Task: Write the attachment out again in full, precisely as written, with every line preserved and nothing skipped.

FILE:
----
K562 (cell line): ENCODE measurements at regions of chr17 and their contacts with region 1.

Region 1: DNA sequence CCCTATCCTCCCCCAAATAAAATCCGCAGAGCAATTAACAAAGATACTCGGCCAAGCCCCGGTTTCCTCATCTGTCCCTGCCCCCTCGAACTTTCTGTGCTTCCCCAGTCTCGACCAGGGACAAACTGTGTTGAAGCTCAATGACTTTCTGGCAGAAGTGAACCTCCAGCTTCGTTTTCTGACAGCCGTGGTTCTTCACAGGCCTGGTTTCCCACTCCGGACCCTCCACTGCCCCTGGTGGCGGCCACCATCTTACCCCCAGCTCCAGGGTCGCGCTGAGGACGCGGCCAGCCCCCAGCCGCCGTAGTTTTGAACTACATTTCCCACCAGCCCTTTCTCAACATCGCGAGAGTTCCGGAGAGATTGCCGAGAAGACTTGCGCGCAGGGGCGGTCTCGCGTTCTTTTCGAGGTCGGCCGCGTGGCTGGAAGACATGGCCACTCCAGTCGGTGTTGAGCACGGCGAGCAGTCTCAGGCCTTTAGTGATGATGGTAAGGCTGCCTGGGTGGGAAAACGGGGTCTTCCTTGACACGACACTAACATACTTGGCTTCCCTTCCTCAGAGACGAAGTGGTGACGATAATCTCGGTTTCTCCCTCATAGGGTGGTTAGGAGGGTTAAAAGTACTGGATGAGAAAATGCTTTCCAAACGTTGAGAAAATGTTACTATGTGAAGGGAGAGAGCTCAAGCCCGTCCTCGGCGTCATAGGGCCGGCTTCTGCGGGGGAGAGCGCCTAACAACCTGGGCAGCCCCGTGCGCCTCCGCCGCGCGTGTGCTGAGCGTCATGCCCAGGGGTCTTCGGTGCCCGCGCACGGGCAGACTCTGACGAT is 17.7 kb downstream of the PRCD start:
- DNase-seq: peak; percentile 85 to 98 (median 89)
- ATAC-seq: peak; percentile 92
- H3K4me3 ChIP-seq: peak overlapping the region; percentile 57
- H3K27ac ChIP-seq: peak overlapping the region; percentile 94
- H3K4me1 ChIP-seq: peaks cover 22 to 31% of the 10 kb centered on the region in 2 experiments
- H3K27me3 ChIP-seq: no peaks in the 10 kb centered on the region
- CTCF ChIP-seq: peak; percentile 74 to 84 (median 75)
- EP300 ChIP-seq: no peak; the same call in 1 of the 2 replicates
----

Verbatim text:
K562 (cell line): ENCODE measurements at regions of chr17 and their contacts with region 1.

Region 1: DNA sequence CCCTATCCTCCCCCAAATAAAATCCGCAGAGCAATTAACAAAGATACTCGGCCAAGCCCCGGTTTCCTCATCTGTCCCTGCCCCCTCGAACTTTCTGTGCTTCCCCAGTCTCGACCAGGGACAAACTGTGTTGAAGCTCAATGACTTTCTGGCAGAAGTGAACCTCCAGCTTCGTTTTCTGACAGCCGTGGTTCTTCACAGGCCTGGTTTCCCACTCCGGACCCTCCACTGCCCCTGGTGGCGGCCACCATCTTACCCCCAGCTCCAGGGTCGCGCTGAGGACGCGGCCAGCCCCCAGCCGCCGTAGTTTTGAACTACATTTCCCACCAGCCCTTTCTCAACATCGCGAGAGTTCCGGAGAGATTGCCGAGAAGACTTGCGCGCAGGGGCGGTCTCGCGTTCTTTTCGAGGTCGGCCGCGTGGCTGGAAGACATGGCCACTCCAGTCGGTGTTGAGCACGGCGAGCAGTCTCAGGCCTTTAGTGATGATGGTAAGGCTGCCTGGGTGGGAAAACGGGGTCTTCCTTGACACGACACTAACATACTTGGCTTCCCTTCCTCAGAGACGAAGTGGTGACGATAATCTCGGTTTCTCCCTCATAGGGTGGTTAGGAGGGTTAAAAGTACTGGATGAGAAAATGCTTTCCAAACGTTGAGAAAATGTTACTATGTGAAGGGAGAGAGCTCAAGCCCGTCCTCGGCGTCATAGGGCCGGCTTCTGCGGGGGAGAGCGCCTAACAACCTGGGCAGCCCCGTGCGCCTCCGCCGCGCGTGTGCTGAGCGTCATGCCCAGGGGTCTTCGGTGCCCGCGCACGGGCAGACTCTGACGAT is 17.7 kb downstream of the PRCD start:
- DNase-seq: peak; percentile 85 to 98 (median 89)
- ATAC-seq: peak; percentile 92
- H3K4me3 ChIP-seq: peak overlapping the region; percentile 57
- H3K27ac ChIP-seq: peak overlapping the region; percentile 94
- H3K4me1 ChIP-seq: peaks cover 22 to 31% of the 10 kb centered on the region in 2 experiments
- H3K27me3 ChIP-seq: no peaks in the 10 kb centered on the region
- CTCF ChIP-seq: peak; percentile 74 to 84 (median 75)
- EP300 ChIP-seq: no peak; the same call in 1 of the 2 replicates